Coronavirus brought the world to a juddering halt and will have far-reaching effects on the way we work once current restrictions on movement are eased. Very few are missing their commute, but it will resume over the coming months as the restrictions ease. To facilitate this, transport authorities should be tackling some crucial questions now: How do we get the country moving again, taking social distancing into account? What behaviours do we encourage? What changes to our infrastructure will we need?
Changing behaviour in transport
Many are suggesting that social distancing will need to be in place for some time and as a result our traditional commuting patterns may no longer be viable, particularly for public transport users. Although some may choose to drive to avoid crowded stations and public transport, a significant rise in private vehicles is clearly not the answer. So what needs to change? Just as policymakers have worked hard to flatten the curve of viral infection, we need to flatten the peak hours of our future commute, boost cycling and reassure commuters that appropriate measures are in place.
The first question that everyone should ask themselves each day will be: “Do I really need to travel?”. When the answer is no, employers should adapt, offering flexibility over working at home over the long term.
Before the pandemic struck, working hours were already becoming more flexible, with research by the Chartered Institute of Personnel and Development finding that 54 per cent of workers had the option to operate outside of typical nine-to-five office hours. This will have to increase further, and workers will need more IT capability at home, but of course we are already living this new template daily with widespread videoconferencing from home becoming the new norm.
For those who need to travel, core hours will need to be broader. Social distancing on public transport will substantially reduce the capacity of existing vehicles and will only be possible if the number of people using the transport network at peak hours is reduced. We need people travelling to work from early in the morning to early afternoon, spreading the stresses on the system in both directions. We will also need those that can to use alternative modes of travel, such as walking and cycling.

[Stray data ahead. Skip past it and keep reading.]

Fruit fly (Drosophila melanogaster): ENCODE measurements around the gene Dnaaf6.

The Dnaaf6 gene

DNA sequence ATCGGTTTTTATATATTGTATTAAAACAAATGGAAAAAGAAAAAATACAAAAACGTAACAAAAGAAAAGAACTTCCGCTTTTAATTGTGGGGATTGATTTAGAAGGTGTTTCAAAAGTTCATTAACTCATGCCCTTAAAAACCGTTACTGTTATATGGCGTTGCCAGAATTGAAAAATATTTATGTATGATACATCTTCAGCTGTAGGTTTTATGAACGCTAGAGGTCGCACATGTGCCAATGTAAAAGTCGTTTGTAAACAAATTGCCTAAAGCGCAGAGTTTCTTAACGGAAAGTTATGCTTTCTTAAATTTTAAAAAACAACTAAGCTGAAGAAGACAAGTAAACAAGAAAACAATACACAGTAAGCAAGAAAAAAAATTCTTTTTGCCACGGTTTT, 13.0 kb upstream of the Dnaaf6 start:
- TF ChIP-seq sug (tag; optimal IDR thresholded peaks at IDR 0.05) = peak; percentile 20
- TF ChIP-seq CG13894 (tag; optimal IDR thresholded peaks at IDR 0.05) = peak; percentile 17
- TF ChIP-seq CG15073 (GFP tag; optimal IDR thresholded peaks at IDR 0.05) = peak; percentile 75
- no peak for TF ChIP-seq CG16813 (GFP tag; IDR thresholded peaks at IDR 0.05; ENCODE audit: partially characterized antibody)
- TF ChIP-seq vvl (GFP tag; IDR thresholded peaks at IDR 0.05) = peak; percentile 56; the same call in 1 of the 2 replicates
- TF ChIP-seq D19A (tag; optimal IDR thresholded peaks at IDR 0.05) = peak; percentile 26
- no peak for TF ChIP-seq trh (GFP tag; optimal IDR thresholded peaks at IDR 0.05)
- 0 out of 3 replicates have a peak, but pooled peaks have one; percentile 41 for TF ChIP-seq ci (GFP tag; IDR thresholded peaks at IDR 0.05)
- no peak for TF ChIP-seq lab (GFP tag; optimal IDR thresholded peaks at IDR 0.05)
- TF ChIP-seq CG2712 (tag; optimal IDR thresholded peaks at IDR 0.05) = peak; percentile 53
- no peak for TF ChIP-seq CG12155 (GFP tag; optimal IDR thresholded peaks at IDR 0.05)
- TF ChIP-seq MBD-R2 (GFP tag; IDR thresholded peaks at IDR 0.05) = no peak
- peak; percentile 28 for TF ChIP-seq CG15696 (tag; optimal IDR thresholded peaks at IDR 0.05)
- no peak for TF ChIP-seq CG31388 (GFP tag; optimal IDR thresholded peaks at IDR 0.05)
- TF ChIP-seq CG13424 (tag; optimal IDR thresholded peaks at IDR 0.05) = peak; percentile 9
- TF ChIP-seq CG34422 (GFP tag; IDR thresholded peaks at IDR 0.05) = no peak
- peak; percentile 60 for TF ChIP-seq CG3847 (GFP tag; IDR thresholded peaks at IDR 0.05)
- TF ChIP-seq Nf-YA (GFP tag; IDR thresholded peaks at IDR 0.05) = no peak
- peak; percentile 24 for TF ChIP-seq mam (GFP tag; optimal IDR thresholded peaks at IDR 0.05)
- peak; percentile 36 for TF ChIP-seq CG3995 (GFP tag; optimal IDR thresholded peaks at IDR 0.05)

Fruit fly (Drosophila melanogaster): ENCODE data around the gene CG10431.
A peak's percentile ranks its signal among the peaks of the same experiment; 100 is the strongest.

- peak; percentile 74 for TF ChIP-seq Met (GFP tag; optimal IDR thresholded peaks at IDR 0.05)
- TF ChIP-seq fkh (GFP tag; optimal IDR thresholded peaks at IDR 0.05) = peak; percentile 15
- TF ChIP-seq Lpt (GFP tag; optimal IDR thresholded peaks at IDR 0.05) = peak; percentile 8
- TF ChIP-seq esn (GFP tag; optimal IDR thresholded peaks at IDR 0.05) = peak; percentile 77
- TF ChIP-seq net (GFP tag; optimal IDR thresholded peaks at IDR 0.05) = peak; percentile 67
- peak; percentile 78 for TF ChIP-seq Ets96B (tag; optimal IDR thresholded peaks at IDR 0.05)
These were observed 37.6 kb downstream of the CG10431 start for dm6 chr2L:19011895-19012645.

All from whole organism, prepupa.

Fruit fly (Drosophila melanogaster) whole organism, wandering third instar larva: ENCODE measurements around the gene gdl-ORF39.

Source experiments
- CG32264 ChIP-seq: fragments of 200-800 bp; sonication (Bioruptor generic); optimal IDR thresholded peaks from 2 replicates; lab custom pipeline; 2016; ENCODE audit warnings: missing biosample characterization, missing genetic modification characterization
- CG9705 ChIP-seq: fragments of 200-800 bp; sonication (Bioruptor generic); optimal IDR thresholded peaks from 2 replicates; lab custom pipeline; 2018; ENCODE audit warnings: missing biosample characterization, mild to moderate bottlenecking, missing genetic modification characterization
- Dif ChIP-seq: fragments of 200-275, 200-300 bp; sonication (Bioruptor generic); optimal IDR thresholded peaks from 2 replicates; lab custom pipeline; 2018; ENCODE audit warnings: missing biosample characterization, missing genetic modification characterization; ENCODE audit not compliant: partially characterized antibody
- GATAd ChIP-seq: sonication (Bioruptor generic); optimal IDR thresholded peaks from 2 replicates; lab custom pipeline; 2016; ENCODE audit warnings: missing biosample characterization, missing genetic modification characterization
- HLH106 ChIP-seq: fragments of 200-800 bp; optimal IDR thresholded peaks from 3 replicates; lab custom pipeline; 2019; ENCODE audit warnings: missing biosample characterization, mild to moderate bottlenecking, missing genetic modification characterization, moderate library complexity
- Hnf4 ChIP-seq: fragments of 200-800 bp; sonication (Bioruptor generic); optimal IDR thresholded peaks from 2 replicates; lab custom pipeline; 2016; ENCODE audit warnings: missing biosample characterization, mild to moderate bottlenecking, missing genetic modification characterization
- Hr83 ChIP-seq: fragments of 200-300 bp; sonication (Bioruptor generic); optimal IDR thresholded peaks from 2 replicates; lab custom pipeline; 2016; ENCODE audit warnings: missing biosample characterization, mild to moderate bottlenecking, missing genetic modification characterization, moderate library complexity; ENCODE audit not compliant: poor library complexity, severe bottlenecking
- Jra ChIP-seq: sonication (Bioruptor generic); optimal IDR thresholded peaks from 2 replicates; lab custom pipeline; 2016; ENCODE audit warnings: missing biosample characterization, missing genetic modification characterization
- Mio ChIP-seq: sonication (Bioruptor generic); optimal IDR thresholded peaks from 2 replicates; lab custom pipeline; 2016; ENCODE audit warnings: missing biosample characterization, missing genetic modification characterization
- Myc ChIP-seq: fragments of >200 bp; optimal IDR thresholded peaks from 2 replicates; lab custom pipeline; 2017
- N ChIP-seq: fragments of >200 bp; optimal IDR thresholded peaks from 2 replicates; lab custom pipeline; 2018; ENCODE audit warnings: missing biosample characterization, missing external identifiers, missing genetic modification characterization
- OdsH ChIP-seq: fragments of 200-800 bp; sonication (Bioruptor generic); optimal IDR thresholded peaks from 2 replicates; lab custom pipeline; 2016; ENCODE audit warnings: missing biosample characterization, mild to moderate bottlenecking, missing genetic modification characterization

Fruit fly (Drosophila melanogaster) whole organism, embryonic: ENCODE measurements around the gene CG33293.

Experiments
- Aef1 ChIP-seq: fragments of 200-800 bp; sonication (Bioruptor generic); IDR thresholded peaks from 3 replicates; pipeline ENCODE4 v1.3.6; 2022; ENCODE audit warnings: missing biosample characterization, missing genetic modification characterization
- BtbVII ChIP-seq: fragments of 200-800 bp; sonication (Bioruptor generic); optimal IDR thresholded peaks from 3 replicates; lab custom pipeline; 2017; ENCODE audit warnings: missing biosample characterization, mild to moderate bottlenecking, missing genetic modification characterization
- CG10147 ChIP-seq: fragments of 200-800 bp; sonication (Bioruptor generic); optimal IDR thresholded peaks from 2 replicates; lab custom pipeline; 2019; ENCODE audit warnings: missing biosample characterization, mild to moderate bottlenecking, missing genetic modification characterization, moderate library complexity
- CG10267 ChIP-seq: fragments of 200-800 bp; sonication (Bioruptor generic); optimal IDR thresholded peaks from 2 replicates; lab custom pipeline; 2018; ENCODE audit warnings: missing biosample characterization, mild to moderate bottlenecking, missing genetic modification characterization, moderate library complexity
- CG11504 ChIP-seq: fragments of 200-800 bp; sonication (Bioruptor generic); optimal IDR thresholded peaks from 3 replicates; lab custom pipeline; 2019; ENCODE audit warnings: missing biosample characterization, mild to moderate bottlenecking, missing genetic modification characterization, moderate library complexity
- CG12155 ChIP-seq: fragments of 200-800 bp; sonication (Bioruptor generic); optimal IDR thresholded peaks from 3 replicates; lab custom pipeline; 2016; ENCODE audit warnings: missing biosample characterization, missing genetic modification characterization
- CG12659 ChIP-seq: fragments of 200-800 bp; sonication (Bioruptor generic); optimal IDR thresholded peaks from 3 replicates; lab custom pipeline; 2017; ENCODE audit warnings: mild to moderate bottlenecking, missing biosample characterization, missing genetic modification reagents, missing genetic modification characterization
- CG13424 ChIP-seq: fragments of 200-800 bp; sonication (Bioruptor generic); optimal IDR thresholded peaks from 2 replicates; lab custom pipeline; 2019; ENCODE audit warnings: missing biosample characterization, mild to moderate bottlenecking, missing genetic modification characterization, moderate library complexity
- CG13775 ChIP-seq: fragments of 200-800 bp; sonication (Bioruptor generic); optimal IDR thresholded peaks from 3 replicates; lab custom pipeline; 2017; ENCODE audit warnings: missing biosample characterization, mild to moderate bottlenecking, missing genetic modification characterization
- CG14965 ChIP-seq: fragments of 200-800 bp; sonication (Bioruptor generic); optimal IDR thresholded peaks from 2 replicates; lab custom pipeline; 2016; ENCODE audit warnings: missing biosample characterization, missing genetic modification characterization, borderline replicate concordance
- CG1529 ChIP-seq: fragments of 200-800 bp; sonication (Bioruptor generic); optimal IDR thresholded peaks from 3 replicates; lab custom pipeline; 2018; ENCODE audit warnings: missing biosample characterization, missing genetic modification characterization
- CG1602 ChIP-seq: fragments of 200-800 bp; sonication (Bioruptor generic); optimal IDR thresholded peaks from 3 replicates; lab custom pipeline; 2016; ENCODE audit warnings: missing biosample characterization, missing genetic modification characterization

Transport authorities are already exploring different options for reducing crowding, with Transport for London (TfL) ensuring that some national rail services do not stop at the busiest interchanges at peak times. TfL is also exploring ways to slow the flow of passengers onto platforms and open different routes within stations.
Technology may allow commuters to avoid busy times on public transport. Existing apps like Citymapper can play a role in identifying which train carriages might be especially busy and information can be displayed on platform screens. This could be greatly expanded to help manage the numbers arriving at public transport stations.
Millions of people are walking and cycling more near their homes as part of the daily exercise routine. According to the Automobile Association, there was only 20 per cent of the usual traffic on the UK’s roads recently, and with fewer cars on the road, many people are using the lockdown to gain confidence in cycling. This newfound hobby could be an opportunity for authorities to promote this mode of travel on the return to work and free up space on public transport for those that do not have the option to use a bicycle.